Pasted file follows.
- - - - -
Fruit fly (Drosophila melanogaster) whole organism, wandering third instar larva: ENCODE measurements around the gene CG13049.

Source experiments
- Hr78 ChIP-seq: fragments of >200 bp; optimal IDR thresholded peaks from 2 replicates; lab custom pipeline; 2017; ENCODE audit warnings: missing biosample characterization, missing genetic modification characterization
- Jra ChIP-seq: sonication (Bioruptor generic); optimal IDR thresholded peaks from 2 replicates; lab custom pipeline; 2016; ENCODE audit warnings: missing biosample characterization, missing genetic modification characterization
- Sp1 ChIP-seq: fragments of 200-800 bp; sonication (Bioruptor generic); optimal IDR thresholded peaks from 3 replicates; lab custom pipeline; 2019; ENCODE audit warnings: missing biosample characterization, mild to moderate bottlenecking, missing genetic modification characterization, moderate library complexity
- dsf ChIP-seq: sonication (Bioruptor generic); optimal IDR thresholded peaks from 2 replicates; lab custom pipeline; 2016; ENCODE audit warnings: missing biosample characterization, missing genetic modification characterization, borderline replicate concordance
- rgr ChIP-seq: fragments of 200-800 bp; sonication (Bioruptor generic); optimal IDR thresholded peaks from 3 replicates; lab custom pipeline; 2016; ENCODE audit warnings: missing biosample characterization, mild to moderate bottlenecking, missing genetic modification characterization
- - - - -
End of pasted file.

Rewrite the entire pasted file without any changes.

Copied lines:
Fruit fly (Drosophila melanogaster) whole organism, wandering third instar larva: ENCODE measurements around the gene CG13049.

Source experiments
- Hr78 ChIP-seq: fragments of >200 bp; optimal IDR thresholded peaks from 2 replicates; lab custom pipeline; 2017; ENCODE audit warnings: missing biosample characterization, missing genetic modification characterization
- Jra ChIP-seq: sonication (Bioruptor generic); optimal IDR thresholded peaks from 2 replicates; lab custom pipeline; 2016; ENCODE audit warnings: missing biosample characterization, missing genetic modification characterization
- Sp1 ChIP-seq: fragments of 200-800 bp; sonication (Bioruptor generic); optimal IDR thresholded peaks from 3 replicates; lab custom pipeline; 2019; ENCODE audit warnings: missing biosample characterization, mild to moderate bottlenecking, missing genetic modification characterization, moderate library complexity
- dsf ChIP-seq: sonication (Bioruptor generic); optimal IDR thresholded peaks from 2 replicates; lab custom pipeline; 2016; ENCODE audit warnings: missing biosample characterization, missing genetic modification characterization, borderline replicate concordance
- rgr ChIP-seq: fragments of 200-800 bp; sonication (Bioruptor generic); optimal IDR thresholded peaks from 3 replicates; lab custom pipeline; 2016; ENCODE audit warnings: missing biosample characterization, mild to moderate bottlenecking, missing genetic modification characterization